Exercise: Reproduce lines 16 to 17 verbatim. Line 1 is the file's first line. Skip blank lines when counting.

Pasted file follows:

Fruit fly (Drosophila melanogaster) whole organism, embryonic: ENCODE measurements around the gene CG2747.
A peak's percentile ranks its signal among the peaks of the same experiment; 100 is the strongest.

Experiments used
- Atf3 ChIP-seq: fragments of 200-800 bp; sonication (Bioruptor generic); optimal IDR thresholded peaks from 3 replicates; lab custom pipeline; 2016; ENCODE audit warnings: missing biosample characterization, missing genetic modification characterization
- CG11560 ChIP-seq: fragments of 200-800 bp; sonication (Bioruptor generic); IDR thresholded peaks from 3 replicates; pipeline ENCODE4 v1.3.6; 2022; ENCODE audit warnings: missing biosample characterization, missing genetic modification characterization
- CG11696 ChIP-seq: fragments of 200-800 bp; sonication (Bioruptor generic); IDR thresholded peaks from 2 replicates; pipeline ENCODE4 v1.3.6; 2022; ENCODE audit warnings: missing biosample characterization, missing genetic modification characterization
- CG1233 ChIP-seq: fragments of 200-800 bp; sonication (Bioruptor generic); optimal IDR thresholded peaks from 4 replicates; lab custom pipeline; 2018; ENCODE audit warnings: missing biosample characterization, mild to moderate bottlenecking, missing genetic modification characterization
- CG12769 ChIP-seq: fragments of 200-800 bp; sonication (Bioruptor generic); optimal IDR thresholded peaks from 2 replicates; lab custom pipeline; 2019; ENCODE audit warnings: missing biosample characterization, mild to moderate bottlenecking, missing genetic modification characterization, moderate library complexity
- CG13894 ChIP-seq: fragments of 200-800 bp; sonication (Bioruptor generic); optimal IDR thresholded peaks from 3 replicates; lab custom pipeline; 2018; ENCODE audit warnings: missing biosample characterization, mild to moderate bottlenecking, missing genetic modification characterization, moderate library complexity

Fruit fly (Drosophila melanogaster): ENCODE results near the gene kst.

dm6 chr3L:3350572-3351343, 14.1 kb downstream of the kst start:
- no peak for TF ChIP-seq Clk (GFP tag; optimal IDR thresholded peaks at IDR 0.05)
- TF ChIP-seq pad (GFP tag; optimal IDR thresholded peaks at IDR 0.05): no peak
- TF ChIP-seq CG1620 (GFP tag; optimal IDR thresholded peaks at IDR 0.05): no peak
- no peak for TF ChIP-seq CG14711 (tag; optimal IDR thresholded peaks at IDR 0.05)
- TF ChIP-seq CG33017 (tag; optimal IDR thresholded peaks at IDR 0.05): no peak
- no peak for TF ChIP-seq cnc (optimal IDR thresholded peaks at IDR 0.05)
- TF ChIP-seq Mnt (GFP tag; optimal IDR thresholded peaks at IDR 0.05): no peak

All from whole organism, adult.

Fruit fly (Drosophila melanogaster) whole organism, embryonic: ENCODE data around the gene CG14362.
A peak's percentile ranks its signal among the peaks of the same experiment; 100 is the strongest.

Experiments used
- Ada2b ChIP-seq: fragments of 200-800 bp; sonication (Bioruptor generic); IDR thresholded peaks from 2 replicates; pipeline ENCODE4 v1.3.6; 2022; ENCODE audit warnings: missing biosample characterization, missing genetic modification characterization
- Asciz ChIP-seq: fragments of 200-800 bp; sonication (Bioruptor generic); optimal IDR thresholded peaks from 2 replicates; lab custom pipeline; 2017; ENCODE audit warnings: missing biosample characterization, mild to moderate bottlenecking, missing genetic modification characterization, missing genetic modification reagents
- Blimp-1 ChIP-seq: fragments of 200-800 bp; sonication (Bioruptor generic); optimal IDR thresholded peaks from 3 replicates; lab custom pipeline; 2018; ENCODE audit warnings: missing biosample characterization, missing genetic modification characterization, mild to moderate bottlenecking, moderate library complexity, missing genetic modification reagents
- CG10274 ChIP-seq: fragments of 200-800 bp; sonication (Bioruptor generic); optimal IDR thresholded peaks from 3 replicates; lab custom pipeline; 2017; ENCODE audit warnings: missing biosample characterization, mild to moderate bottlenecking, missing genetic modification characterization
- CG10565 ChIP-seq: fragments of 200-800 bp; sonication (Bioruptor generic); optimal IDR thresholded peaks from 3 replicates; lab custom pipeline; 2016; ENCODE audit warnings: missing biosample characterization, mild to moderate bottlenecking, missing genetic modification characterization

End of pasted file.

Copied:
- TF ChIP-seq CG33017 (tag; optimal IDR thresholded peaks at IDR 0.05): no peak
- no peak for TF ChIP-seq cnc (optimal IDR thresholded peaks at IDR 0.05)